One in five children and young people have an additional need or disability of some kind, and for many their additional/special needs or disabilities are lifelong and so continue into their adult life. It is easy for children, youth, and families workers, as well as church leaders, to be uncertain about how to appropriately support people with special needs and disabilities, with it being common to see churches either totally ignoring this part of our community or overwhelming them.
It is helpful to see what Jesus modelled for us when it comes to relationships with people who have disabilities, what he did that we could follow. As Jesus himself said in John 13:15 “I have set you an example that you should do as I have done for you.”
Jesus was accessible
There are many stories of encounters with Jesus throughout the Gospels, including people with a wide range of special needs and disabilities meeting him; indeed 25 of the 34 miracles recorded in the Gospels involve Jesus interacting with people with disabilities.* In many cases, given the culture at the time, this was extraordinary. Take for example the man with leprosy in Luke 5:12-14, someone who would have been seen as unclean and to be avoided by people at the time.
Jesus met with people where they were, in the street, in the market, by the lake, wherever people gathered. He didn’t expect people to come and find him in the temple, he went out to them. And when he met with them, he connected with them physically—he touched them, reached out to them, he was fully accessible to them.
And Jesus gave time to people, he respected their dignity, he didn’t rush their encounter with him. Take for example the story in Mark 7:31-35 of the man described as deaf and mute. He was brought to Jesus by others, but Jesus took him to one side away from the crowd and then spent time with him, healing him.
So, Jesus was accessible, interacted with people, went to where they were, connected with them physically, gave time to people, and respected them.
Jesus also listened and didn’t assume.
Just because someone came to Jesus, or was brought to him, who had special needs or disabilities, he didn’t automatically assume that what they wanted was healing. He often would spend time asking them what they wanted from him. In Mark 10:46-52 we see Jesus’ encounter with Bartimaeus, a man who was blind. Once again Jesus is on the road, and he heard a man crying out to him “Jesus, son of David, have mercy on me!” There was a crowd going along with Jesus, but he heard the man and stopped, and very importantly, he asked the man a question “What do you want me to do for you?”
The man was blind, the crowd must have wondered why Jesus asked this question, but Jesus didn’t assume that he knew what the man wanted. The man himself then answered “Lord, I want to see.” and Jesus gave him sight. It was Bartimaeus’ choice.
In Matthew 8:5-13, a Roman Centurion came up to Jesus. The Romans were the invading force in Israel, hated by most, but Jesus took the time to listen to the Centurion, to hear what the man wanted from him. He wanted Jesus to heal his servant, who was not with him but at home. Jesus listened, and then responded.
So, Jesus took time, and listed to people. He didn’t assume that because they had special needs or disabilities that they wanted healing; Jesus asked.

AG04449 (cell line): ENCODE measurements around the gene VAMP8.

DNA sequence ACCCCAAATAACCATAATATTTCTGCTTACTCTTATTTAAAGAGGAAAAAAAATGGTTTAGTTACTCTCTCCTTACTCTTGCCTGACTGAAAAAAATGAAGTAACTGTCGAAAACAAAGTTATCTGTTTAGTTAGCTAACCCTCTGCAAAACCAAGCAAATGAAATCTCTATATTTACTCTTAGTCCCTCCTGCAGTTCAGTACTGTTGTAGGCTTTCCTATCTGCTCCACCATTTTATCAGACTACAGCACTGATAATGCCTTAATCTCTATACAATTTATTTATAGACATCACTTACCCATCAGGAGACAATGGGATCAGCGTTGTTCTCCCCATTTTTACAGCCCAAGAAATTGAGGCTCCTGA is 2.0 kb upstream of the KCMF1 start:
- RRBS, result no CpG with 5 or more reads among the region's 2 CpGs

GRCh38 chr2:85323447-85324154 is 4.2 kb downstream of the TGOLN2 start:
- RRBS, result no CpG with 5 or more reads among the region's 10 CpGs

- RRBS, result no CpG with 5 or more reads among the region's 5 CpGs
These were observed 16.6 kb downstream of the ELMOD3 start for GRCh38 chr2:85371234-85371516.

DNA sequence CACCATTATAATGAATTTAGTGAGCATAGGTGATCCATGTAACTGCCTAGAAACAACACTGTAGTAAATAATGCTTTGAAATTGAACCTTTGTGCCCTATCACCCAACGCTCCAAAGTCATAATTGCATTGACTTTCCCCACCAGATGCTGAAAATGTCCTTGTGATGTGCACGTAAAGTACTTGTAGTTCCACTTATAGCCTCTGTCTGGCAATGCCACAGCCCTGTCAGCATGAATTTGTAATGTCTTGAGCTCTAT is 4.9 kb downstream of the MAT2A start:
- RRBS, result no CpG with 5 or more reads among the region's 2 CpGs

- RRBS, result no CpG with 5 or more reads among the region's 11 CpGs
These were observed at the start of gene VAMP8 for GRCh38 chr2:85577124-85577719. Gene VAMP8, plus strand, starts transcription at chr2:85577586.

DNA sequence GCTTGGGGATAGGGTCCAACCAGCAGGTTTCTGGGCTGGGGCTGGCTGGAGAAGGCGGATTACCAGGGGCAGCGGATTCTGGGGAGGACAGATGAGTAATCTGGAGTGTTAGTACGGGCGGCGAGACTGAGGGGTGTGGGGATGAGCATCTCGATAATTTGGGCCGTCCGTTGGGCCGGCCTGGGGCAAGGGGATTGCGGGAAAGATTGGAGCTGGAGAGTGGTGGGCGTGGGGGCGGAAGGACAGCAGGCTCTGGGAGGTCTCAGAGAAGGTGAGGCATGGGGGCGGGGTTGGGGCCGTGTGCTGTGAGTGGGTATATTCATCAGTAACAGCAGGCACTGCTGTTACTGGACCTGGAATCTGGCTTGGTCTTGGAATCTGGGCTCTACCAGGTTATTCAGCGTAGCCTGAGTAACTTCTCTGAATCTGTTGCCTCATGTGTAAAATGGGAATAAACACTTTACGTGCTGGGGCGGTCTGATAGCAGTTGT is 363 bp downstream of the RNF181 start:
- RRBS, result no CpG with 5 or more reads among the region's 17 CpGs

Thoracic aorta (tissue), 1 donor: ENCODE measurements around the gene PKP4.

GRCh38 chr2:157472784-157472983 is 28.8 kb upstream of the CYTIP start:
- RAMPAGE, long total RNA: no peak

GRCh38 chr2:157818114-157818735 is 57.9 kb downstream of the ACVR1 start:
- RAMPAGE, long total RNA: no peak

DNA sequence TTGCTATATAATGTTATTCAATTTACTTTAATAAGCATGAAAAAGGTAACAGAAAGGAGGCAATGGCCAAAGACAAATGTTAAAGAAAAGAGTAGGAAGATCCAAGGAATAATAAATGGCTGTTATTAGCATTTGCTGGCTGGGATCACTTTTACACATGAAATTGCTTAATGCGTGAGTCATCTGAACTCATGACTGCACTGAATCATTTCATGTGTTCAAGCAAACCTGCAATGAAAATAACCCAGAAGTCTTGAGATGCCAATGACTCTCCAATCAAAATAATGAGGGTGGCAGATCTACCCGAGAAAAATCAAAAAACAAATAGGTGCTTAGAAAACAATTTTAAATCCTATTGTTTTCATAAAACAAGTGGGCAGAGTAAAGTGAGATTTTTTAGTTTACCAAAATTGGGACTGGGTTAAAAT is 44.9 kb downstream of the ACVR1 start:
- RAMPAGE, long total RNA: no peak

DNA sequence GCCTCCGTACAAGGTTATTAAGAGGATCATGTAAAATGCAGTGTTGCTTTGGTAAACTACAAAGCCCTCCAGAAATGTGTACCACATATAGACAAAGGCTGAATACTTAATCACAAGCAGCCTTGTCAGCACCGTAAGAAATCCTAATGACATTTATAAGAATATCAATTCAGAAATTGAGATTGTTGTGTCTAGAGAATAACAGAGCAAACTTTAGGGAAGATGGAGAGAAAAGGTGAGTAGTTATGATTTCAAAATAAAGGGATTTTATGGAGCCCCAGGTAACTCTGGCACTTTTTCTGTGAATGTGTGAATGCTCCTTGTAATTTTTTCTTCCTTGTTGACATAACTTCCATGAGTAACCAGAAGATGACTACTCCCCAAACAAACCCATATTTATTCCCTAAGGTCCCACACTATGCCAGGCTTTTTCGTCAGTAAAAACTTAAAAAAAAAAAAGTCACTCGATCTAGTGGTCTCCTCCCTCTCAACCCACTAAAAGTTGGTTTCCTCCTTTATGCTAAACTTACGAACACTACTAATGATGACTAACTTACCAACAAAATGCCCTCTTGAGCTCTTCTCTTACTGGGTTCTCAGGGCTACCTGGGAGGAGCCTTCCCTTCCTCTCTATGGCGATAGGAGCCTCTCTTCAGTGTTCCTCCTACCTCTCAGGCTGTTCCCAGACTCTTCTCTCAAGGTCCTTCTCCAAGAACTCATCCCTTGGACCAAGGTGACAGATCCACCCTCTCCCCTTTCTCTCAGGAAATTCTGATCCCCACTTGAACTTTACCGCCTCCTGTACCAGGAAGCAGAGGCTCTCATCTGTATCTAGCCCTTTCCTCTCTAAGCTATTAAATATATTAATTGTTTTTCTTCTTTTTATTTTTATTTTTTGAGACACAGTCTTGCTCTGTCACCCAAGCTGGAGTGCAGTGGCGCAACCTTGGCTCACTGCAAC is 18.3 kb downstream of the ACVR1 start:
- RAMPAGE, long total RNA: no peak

Jesus thought first about a person’s salvation
In the story we’ve just looked at regarding the Roman Centurion and his servant, Jesus comments about the faith of the Centurion, “I tell you the truth, I have not found anyone in Israel with such great faith” (Matthew 8:10). Jesus was often primarily interested in the faith of the person, this was most important to him, rather than their special needs or disabilities.
A little later in Matthew’s Gospel (9:27-31) Jesus encounters two men who were blind. Again, Jesus treats them with respect and dignity, allowing them to follow him indoors where he could spend time with them, listening to them. Jesus asked about their faith, and only when they had answered that they did indeed believe in him did he then heal them.
In Luke 5:17-26 Jesus is speaking to a room full of people when some friends bring a man who couldn’t walk to see him. As they couldn’t get in through the door they lowered the man through the roof in front of Jesus. Jesus’ first action was to forgive the man for his sins, “When Jesus saw their faith, he said, ‘Friend, your sins are forgiven.’” Only after the Pharisees and teachers of the law challenged him about his actions did Jesus then heal the man, to demonstrate his authority. (See also my blog post, ‘Faith More Important Than Healing’)
All who believe in Jesus are full members of his kingdom. This is true for anyone, regardless of their additional needs or disabilities, who believe in him. John 3:16 doesn’t use the word “whoever” accidentally!
So, Jesus thought first about the eternal salvation of people before their physical or mental healing. Maybe there is a lesson there for us too in how we view people, all people, and what we see as the primary purpose of ministry; whether it is with children, young people, families or adults (or everyone together!) and whether there are special needs or disabilities, or not…
In Matthew 28:19, Jesus tells us to “Go and make disciples of all nations…” of all peoples; the message is clear, this includes everybody, and Jesus in his ministry showed us how!
Connect with Mark Arnold at www.theadditionalneedsblogfather.com, www.additionalneedsalliance.org.uk, www.urbansaints.org/additionalneeds. To find out more about how Mark and his work can help you, contact him at: email@example.com or @Mark_J_Arnold
*Barrier-Free Friendships by Joni Eareckson Tada and Steve Jensen, “Imitating Christ in Friendship”, Zondervan Publishing House, 1997. p. 41.